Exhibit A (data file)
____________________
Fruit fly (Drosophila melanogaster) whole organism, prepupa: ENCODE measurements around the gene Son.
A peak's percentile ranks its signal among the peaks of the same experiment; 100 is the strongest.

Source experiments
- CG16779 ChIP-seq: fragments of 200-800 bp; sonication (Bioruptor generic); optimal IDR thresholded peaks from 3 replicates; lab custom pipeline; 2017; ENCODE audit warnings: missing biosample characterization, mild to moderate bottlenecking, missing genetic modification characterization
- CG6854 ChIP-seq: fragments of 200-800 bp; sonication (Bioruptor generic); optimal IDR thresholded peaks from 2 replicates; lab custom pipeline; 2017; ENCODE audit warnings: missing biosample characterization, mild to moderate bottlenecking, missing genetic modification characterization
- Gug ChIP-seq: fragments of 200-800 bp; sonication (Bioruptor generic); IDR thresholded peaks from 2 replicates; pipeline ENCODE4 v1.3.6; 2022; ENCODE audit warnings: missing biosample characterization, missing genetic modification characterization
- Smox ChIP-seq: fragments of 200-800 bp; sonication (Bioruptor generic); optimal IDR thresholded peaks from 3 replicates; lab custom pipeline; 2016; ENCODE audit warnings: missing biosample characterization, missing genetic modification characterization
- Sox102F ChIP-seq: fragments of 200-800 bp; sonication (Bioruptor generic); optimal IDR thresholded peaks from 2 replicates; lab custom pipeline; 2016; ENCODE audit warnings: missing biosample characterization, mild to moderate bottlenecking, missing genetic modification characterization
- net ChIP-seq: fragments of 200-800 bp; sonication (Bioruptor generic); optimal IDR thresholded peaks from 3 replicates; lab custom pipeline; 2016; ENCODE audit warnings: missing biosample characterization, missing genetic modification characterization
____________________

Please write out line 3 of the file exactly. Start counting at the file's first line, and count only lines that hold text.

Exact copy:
Source experiments